For quite some time now (I think 2+ years qualifies) we've been modeling, prototyping and modifying various buffer designs. In fact one of my key goals for 2016 is the release of a buffer product. Time is indeed running short to accomplishment that.
Sooner or later you have to drive a stake in the ground, stop noodling around endlessly, commit to a design and produce it. That time has come for our buffer.
One of the key decisions that's been made is whether to go solid state (JFET) or tube. TUBE it is! In fact the 6CG7. For the tubular among you the 6CG7 is the smaller 9 pin version of the venerable 6SN7 octal tube.
A key design criteria for our tube buffer is we wanted to fit the whole thing, including the power supplies, inside one of our existing 3x6x8 inch extruded aluminum cases. That meant no big black honk'n transformer riding on top of the enclosure either. Everything inside. Except the tubes themselves of course. A pair of 6CG7 tubes will be standing up through the case. Figuring out how to accomplish that took a fair bit of time. We are using a pos/neg voltage doubler to produce the main split voltage power for the tubes along with 3 separate small low-profile semi-toroidal transformers mounted on a board along with the rest of the power supply circuitry. There will be 2 separate boards, the buffer board and a power supply board.
Another key design criteria was the elimination of soul-sucking coupling caps from both the input and the output the buffer. To accomplish this the tubes are powered with a split voltage +/-125 VDC supply rather than a single sided supply. Configured as cathode followers each channel has a pair of triodes connected top to bottom with the output coming out between them at essentially 0 volts. A servo circuit is included to ensure the elimination of any remaining DC offset. In the unlikely event that the DC offset gets our of bounds there's a DC offset detection and safety isolation circuit that will disconnect the buffer output. This circuit also avoids any bumps or thumps during power up and will only connect the buffer outputs once the DC offset on the output is minimal and stable.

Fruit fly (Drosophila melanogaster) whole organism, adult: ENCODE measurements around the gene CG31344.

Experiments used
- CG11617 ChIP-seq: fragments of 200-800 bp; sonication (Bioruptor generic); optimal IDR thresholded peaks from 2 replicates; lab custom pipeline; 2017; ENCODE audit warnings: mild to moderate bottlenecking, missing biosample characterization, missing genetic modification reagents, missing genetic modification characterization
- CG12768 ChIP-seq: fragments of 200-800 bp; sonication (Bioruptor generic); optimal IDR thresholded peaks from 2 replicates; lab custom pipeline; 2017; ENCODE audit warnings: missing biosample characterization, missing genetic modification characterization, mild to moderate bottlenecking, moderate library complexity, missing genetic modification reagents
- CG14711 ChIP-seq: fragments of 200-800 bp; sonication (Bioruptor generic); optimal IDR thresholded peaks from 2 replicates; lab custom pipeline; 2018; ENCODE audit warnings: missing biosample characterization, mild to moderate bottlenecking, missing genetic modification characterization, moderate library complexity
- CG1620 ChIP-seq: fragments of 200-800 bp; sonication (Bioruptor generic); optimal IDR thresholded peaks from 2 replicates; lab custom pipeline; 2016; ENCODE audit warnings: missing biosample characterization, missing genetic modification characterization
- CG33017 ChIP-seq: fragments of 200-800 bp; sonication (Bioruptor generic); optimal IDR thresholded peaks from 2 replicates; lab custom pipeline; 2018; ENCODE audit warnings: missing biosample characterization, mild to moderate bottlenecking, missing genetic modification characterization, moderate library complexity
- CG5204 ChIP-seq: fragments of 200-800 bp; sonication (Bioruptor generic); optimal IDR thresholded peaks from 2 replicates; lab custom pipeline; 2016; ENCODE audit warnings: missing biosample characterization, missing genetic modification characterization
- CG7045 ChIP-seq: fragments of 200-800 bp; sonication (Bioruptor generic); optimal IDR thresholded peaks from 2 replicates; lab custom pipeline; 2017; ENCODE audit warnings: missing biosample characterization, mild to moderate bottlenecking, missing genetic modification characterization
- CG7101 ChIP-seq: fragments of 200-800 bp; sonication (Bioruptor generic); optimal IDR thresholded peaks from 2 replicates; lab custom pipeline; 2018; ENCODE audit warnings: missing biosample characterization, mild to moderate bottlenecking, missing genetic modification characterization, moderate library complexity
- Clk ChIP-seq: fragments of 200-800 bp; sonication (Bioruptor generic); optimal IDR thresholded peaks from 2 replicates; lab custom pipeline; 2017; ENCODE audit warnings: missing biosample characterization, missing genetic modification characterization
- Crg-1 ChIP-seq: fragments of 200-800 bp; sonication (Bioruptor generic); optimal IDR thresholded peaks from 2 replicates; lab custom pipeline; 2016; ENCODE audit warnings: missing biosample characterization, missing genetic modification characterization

Since eliminating coupling caps required a DC offset eliminating servo we ended up with a high quality op amp input stage using the LM49720 op amps. Hence the reference to this being a "hybrid" tube buffer. I love the LM48720's having used them before in several designs including as upgrades in a DAC I've been using. The input stage takes direct DC input and is nominally unity gain although the design does provide for switching out a couple of removable plug-in resistors if you want to boost the gain for any reason. All of this further complicated the power supply since now we needed a split +/- 15 V supply for the op amps. It's all in there!
Barring any surprises (those never happen...not!) I expect to have a near-final prototype running later this month (October) and final-final prototype in November for release by year end. I'll post some pics as soon as we have something presentable but imagine one of our LDR3.V2 preamps with a pair of 6CG7 tubes sticking out the top and you'll get the visual gist.
To be clear, this hybrid tube buffer will NOT fit inside next to our LDR preamp board in our existing preamps. The tube buffer requires additional real estate. I do envision a possible combined buffered preamp in an single package but it will be twice the width of our existing V2 preamps which means ~ 3" tall by 12" wide by 8" deep.
Watch this space!